Nasty Juice Yummier Than Fruit
The flyer I received recently about the forthcoming Vapexpo conference in Paris lists around two hundred brands of e-cigarette liquid from sixteen countries.
Promoted on the misleading meme that e-cigarettes help smokers quit, if anyone has any doubts that vaping is drug addiction by other means, they only need to look at the two-minute promotional video for a variety of e-cigarette liquid produced in Malaysia, with the apt name of Nasty Juice.
It opens with disconcertingly close-up and slow-motion views of a young man biting into an apple, a strawberry and a mango, in that order, while his eyes roll back in ecstasy. Then the tempo changes as he appears to be in some distress with his hands on his head and the voice-over asks, ‘What if, what if we can make it yummier?’ The answer seems to descend from heaven as, with a look of bliss on his face, he reaches up to grasp – a can of Nasty Juice! This, the voice-over intones, has ‘more flavour, more sweetness and more juiciness, just for you’. And finally the punch-line: ‘Quitting smoking cigarettes is possible than ever (sic)’.
If you wish to enjoy eating apples, strawberries or mangos, you merely need to visit your local fruit shop and buy them, provided they are in season. I often do this myself. But you would have to be out of your mind to buy synthetic chemical essences of these flavours and inhale them into your lungs. Yet this is what e-cigarette users do, and not just occasionally, which would be bad enough, but many times every day for years on end. Nasty juice indeed.
Is vaping safe? The obvious answer is no. The function of our lungs is to absorb oxygen and to exhale carbon dioxide produced by the body’s metabolism. Therefore, normally only clean air should be inhaled. E-cigarette vapour typically contains nicotine, water, propylene glycol, glycerin, flavourings and traces of heavy metals and other nasty chemicals.
How can one prove that vaping is, or is not, safe? You can’t. There is no reliable way of speeding up the process of long-term exposure to e-cigarette vapour to produce in a few weeks or months what the effects of daily vaping would be in humans after, say, twenty years. This doesn’t prevent scientists from trying, though.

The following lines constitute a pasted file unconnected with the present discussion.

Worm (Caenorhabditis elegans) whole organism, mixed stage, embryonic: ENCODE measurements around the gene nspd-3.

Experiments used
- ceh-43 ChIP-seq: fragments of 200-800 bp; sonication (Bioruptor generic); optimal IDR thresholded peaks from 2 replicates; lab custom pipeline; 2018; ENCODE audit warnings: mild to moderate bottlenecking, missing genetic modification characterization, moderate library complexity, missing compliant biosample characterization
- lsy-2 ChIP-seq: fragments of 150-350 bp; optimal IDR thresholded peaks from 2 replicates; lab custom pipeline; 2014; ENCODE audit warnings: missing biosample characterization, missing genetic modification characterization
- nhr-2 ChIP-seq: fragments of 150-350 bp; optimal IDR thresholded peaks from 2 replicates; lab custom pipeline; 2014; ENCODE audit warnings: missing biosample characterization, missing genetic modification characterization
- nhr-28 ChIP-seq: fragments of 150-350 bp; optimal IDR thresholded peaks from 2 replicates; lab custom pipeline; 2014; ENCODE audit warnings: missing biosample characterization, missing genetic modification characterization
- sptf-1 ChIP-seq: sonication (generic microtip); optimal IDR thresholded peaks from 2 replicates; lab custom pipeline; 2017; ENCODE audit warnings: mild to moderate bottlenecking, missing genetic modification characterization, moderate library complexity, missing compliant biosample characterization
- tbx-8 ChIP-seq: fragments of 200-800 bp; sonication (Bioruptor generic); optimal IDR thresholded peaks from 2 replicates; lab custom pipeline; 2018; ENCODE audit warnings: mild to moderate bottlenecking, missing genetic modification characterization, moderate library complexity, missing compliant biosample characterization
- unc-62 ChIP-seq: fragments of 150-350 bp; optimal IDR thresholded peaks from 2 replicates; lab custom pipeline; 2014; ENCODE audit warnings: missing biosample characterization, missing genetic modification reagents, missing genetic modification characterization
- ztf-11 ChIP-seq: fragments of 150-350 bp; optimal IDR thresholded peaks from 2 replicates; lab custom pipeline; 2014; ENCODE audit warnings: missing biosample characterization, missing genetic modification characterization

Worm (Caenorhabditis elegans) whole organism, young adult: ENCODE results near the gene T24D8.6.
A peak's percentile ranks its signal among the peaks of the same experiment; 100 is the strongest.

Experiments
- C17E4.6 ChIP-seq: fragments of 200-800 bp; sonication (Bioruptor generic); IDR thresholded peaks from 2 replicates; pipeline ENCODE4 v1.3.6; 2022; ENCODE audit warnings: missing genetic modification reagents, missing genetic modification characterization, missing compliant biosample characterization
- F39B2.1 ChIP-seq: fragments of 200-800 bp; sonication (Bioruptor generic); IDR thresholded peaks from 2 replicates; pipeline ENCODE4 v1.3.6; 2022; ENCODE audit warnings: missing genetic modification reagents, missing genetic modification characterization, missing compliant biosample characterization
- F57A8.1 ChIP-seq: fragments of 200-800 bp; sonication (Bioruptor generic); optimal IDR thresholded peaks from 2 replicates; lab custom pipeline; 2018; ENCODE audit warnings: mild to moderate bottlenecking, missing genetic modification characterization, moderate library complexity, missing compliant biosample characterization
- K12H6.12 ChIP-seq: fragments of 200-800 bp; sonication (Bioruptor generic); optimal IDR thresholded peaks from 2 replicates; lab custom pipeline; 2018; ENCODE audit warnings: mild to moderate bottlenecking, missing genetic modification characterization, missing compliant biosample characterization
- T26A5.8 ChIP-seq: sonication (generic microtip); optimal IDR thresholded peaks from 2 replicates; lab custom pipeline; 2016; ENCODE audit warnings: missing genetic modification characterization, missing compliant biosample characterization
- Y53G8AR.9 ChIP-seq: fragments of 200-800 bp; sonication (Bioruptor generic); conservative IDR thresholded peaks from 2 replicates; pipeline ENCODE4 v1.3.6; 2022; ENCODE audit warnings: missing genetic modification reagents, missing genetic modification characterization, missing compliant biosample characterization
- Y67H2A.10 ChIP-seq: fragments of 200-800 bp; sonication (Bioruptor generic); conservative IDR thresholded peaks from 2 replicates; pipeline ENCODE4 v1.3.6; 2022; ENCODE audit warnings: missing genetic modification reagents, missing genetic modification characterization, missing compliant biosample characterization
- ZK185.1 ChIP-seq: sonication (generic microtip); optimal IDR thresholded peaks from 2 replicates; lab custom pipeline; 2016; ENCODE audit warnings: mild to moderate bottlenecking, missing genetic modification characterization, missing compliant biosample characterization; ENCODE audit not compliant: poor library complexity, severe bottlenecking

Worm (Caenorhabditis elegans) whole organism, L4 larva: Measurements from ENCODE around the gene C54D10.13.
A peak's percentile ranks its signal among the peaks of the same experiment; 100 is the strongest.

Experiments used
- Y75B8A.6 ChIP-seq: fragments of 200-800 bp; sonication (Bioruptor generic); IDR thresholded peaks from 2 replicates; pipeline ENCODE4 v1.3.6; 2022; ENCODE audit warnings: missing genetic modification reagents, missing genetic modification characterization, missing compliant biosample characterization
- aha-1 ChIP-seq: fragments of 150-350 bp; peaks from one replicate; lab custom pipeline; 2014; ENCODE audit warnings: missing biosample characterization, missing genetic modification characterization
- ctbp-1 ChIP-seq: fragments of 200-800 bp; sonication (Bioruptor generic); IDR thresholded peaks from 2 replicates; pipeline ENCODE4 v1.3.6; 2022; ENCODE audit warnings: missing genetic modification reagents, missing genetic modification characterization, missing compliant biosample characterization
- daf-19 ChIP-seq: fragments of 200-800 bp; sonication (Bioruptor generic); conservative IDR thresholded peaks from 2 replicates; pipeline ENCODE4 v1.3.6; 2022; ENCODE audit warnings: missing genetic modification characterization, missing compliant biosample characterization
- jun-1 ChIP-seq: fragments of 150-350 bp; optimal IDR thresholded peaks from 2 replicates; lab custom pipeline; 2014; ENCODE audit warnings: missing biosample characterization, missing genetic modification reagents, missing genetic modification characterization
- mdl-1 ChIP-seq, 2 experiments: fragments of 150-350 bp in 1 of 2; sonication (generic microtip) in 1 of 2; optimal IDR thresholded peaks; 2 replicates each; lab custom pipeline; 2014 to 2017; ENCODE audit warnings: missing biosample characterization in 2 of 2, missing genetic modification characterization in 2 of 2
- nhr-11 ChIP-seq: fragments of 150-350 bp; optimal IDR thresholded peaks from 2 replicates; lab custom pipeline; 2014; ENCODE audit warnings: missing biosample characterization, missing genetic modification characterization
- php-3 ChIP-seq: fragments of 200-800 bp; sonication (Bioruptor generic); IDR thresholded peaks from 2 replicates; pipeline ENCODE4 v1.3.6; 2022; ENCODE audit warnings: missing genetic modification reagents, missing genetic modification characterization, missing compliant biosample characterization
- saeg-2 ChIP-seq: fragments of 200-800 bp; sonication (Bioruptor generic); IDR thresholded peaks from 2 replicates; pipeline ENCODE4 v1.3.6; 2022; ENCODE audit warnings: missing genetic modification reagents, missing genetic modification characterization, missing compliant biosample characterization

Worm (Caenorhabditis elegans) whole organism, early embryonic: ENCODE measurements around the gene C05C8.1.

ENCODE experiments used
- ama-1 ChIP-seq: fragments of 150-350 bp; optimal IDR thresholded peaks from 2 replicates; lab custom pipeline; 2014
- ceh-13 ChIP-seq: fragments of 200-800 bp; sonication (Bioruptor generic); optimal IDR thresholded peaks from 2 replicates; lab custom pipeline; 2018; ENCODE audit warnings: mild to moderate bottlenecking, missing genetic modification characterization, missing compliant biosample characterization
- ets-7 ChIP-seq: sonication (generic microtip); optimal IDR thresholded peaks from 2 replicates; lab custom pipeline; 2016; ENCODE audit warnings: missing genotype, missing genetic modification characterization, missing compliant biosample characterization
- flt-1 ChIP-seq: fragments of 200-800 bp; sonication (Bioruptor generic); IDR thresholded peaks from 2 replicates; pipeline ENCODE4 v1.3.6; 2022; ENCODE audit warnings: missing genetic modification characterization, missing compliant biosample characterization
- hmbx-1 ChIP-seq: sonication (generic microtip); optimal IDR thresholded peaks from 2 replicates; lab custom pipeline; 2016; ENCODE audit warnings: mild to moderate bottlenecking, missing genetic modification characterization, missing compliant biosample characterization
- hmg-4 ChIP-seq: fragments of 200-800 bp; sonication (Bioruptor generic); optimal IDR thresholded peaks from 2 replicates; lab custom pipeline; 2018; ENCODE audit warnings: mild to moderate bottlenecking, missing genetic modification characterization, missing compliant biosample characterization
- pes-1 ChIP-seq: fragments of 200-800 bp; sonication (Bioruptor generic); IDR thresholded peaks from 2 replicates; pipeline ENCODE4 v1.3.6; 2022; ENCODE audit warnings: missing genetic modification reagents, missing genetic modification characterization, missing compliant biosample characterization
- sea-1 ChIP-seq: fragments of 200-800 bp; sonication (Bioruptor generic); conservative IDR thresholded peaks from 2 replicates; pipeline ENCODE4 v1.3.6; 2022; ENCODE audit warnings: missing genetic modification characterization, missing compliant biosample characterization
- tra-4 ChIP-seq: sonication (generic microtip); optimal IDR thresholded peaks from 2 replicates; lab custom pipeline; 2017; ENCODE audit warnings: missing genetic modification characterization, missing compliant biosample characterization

There was a report in the doughty Mail Online (12 September 2017) of a study carried out by intrepid researcher Dr Pawan Sharma from the University of Technology, Sydney. The headline breathlessly informed us: ‘Vaping in pregnancy increases a child’s risk of asthma even if the e-cigarettes are nicotine free.’ In mice, that is.
Isn’t it enough on common sense grounds that vaping is likely to be bad for your health and even more so for pregnant women and their babies? But suppose Dr Sharma’s study had found no harmful effects of vaping in mice, would that mean it’s safe for pregnant women to vape away as much as they like? Obviously not – mice are not the same as humans and it’s an absurd and groundless assumption to regard animals as valid ‘models’ for human illnesses.
Dr Sharma admitted as much because, when I wrote and asked him to please tell me what is the scientific basis for believing that the results are applicable to humans, he was honest enough to reply: ‘These results can’t be extrapolated to humans right away.’
Then why did he do the experiments? Nonetheless, does he think the results might be extrapolatable (able to predict what happens in humans) in the future, and if so, when, and why? Of course I heard nothing further from this seeker after the truth.
Researchers working for Big Tobacco, on the other hand, are striving to prove the opposite: that tobacco products such as heated (not burnt) tobacco ‘sticks’ (for example, iQOS and ‘glo’) are potentially less harmful than smoking in humans (https://www.nicotinemonkey.com/philip-morris-tortures-animals/). At least Philip Morris, the subject of this post, is cautious enough in its lawyerly fashion only to refer to this new-fangled way of poisoning yourself with tobacco as a potentially reduced risk product.
You can prove anything you want with animal experiments. But they should be seen for what they are: crude, cruel and useless for understanding human diseases.
Vaping should also be seen for what it is: a way of continuing nicotine addiction that it is hoped will be safer than smoking.
Text © Gabriel Symonds